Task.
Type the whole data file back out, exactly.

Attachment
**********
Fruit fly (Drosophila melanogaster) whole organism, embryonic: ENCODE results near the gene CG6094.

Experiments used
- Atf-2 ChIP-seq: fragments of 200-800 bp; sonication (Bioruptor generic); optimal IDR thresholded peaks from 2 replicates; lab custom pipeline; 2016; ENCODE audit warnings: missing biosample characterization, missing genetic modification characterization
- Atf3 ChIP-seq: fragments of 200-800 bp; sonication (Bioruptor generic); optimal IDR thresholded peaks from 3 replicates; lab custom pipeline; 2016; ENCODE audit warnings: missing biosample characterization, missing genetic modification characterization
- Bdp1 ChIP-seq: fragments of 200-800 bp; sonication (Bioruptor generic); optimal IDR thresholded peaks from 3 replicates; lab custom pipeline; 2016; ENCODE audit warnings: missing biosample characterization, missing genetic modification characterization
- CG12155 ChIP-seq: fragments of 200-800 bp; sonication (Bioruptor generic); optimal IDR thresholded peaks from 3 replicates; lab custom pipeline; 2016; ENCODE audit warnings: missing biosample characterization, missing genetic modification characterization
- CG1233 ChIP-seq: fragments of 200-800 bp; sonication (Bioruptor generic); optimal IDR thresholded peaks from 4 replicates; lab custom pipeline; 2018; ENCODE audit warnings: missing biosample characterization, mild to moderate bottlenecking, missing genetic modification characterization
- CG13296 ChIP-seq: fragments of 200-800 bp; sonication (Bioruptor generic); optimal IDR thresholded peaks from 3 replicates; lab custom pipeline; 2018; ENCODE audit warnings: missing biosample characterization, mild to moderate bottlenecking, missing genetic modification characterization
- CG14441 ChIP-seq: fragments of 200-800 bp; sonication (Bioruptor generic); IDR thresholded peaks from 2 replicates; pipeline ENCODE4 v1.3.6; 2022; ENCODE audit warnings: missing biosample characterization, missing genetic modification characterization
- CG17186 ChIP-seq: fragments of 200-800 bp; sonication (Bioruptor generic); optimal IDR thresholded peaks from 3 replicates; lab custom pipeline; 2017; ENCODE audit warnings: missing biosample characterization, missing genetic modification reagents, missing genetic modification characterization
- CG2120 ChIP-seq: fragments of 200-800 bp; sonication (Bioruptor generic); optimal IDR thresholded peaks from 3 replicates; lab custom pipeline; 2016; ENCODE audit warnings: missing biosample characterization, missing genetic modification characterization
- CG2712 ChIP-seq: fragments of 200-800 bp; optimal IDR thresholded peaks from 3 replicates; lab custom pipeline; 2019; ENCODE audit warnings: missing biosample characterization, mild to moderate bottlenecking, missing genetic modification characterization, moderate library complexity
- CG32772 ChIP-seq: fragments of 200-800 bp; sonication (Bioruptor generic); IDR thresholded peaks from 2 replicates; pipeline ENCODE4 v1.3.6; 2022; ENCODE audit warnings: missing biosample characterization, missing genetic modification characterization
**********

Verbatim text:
Fruit fly (Drosophila melanogaster) whole organism, embryonic: ENCODE results near the gene CG6094.

Experiments used
- Atf-2 ChIP-seq: fragments of 200-800 bp; sonication (Bioruptor generic); optimal IDR thresholded peaks from 2 replicates; lab custom pipeline; 2016; ENCODE audit warnings: missing biosample characterization, missing genetic modification characterization
- Atf3 ChIP-seq: fragments of 200-800 bp; sonication (Bioruptor generic); optimal IDR thresholded peaks from 3 replicates; lab custom pipeline; 2016; ENCODE audit warnings: missing biosample characterization, missing genetic modification characterization
- Bdp1 ChIP-seq: fragments of 200-800 bp; sonication (Bioruptor generic); optimal IDR thresholded peaks from 3 replicates; lab custom pipeline; 2016; ENCODE audit warnings: missing biosample characterization, missing genetic modification characterization
- CG12155 ChIP-seq: fragments of 200-800 bp; sonication (Bioruptor generic); optimal IDR thresholded peaks from 3 replicates; lab custom pipeline; 2016; ENCODE audit warnings: missing biosample characterization, missing genetic modification characterization
- CG1233 ChIP-seq: fragments of 200-800 bp; sonication (Bioruptor generic); optimal IDR thresholded peaks from 4 replicates; lab custom pipeline; 2018; ENCODE audit warnings: missing biosample characterization, mild to moderate bottlenecking, missing genetic modification characterization
- CG13296 ChIP-seq: fragments of 200-800 bp; sonication (Bioruptor generic); optimal IDR thresholded peaks from 3 replicates; lab custom pipeline; 2018; ENCODE audit warnings: missing biosample characterization, mild to moderate bottlenecking, missing genetic modification characterization
- CG14441 ChIP-seq: fragments of 200-800 bp; sonication (Bioruptor generic); IDR thresholded peaks from 2 replicates; pipeline ENCODE4 v1.3.6; 2022; ENCODE audit warnings: missing biosample characterization, missing genetic modification characterization
- CG17186 ChIP-seq: fragments of 200-800 bp; sonication (Bioruptor generic); optimal IDR thresholded peaks from 3 replicates; lab custom pipeline; 2017; ENCODE audit warnings: missing biosample characterization, missing genetic modification reagents, missing genetic modification characterization
- CG2120 ChIP-seq: fragments of 200-800 bp; sonication (Bioruptor generic); optimal IDR thresholded peaks from 3 replicates; lab custom pipeline; 2016; ENCODE audit warnings: missing biosample characterization, missing genetic modification characterization
- CG2712 ChIP-seq: fragments of 200-800 bp; optimal IDR thresholded peaks from 3 replicates; lab custom pipeline; 2019; ENCODE audit warnings: missing biosample characterization, mild to moderate bottlenecking, missing genetic modification characterization, moderate library complexity
- CG32772 ChIP-seq: fragments of 200-800 bp; sonication (Bioruptor generic); IDR thresholded peaks from 2 replicates; pipeline ENCODE4 v1.3.6; 2022; ENCODE audit warnings: missing biosample characterization, missing genetic modification characterization